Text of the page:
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By Lord Watson of Wyre Forest
Press releases

UK Working With Allies To "Prevent Further Bloodshed" In Middle East

Rishi Sunak gave a statement to the Commons following the Iranian attack on Israel over the weekend (Alamy)

4 min read

Prime Minister Rishi Sunak has said that while the UK government would not support Israel taking retaliatory actions against Iran after it was hit with missile strikes over the weekend, the UK would continue to work with allies to prevent “further bloodshed.”

The UK helped Israel and its other allies to largely intercept an attack by hundreds of drones and missiles on Saturday night. Having met with other G7 leaders on Sunday, Sunak said they were united in condemning the “reckless and dangerous” attack by Iran’s “despotic regime” – which the prime minister said was “emblematic of the dangers that we face today”.

“Although the Middle East is thousands of miles away, it has a direct effect on our security and prosperity and home,” he told the House of Commons in a statement on Monday afternoon.

“So we are working urgently with our allies to de-escalate the situation and prevent further bloodshed. We want to see calmer heads prevail, and we're directing all our diplomatic efforts to that end.”

Sunak confirmed he will be speaking to Israeli Prime Minister Benjamin Netanyahu “to express our solidarity with Israel in the face of this attack, and to discuss how we can prevent further escalation.” That call is not expected to take place today, PoliticsHome understands.

Echoing comments made by Foreign Secretary David Cameron, Sunak said that “all sides must show restraint” and that the UK would not condone any retaliatory action by Israel against Iran in the aftermath of the missile attacks. 

The prime minister also stated that the attacks would not change the UK government’s position on Gaza and the importance of humanitarian aid reaching Palestinians.

“The appalling toll on civilians continues to grow,” he said.

“The hunger, the desperation, the loss of life on an awful scale. The whole country wants to see an end to the bloodshed and to see more humanitarian support going in the region. 

“The recent increase in aid flows is positive, but it is still not enough. We need to see new crossings open for longer to get in for supplies.”

Labour leader Keir Starmer responded  by sharing his support for the defensive action taken by the UK over the weekend, while also welcoming the call for restraint. He had been informed about the UK's plans to use RAF planes to prevent the Iranian attacks on Saturday night, while Speaker of the Commons Lindsay Hoyle was informed on Sunday morning. 

Starmer then asked Sunak for an update on what steps were being taken to pursue sanctions against the Iranian regime, as well as limiting the power of the Islamic Revolutionary Guard Corp (IRGC) in the UK.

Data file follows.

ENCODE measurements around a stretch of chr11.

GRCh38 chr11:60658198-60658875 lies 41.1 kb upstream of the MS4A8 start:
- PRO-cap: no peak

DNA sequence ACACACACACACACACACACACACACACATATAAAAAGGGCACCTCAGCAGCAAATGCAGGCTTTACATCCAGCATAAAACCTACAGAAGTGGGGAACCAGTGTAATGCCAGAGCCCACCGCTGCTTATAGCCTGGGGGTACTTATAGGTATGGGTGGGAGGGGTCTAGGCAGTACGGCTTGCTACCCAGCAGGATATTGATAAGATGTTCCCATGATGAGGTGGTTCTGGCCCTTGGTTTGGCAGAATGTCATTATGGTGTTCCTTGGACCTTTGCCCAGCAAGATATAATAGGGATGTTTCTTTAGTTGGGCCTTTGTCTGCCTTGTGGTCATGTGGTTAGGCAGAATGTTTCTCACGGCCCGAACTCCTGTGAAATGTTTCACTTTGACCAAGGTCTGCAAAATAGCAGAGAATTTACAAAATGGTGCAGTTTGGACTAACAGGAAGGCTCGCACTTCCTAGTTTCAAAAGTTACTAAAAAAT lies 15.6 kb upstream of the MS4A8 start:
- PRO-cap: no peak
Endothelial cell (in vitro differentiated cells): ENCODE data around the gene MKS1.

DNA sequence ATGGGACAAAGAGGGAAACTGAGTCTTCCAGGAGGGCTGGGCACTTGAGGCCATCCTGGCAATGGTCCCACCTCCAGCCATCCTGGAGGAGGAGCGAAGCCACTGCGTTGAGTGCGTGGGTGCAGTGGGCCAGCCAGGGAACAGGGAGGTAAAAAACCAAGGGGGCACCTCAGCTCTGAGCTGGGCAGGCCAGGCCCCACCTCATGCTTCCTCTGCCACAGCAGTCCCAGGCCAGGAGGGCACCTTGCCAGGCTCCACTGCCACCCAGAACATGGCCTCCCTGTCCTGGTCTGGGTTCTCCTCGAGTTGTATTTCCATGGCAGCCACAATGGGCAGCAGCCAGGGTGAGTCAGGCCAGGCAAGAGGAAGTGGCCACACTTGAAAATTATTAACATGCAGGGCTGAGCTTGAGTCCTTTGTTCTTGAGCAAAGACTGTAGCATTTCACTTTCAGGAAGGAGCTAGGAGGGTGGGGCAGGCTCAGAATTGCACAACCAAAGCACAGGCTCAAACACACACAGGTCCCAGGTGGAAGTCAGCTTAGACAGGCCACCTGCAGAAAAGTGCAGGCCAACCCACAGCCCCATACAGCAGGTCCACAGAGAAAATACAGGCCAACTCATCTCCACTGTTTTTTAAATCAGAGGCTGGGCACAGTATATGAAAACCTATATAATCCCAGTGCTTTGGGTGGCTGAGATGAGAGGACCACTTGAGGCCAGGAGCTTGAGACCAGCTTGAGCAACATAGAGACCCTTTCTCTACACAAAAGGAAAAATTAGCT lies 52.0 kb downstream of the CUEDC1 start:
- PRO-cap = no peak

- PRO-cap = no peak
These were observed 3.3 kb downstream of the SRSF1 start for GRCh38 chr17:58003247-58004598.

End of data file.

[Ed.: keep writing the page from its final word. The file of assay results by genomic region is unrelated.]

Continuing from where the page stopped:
Sunak replied that in his meeting with the G7 they had agreed to work together on further measures to counter the Iranian regime and its proxies.

"It was agreed that we should coordinate those actions and that work is now underway and obviously at the appropriate time ministers will update the House," he said.

Speaking to reporters on Monday, Sunak's official spokesperson refused to comment on whether the government was considering prescribing the IRGC as a terrorist organisation in light of Iran's attack.

Earlier today, the spokesperson said that if the Iranian attack had been successful, "it would have been hard to overstate the fallout for regional stability".

Downing Street indicated that the UK's military actions to help shoot down the Iranian missiles were "common sense measures" to prevent damage and ensure the UK was "acting in a collective self defence of Israel and the regional security".

Lord Cameron told Times Radio on Monday that while Israel had "every right to respond" to the attacks, the UK was "very anxious to avoid escalation".

“In many ways this is a double defeat for Iran," he said.

"Not only was their attack an almost total failure, but also the rest of the world can now see what a malign influence they are in the region and understand their true nature.

“It is right for Israel not to escalate, but obviously they’re a sovereign, independent country and they’ll make their own decisions.”

Although Iranian Foreign Minister Hossein Amirabdollahian said on Sunday that Iran gave 72 hours' notice of its attacks to neighbouring countries and the United States, the UK's No 10 spokesperson confirmed that the UK had not directly received this warning.

They said that while Parliament has the ability to bring forward a vote on UK action in the Middle East if it wishes, there had been "broad cross party support" for "limited and proportionate activity".

No10 has said the government would not be publishing the legal advice behind the actions it took over the weekend.

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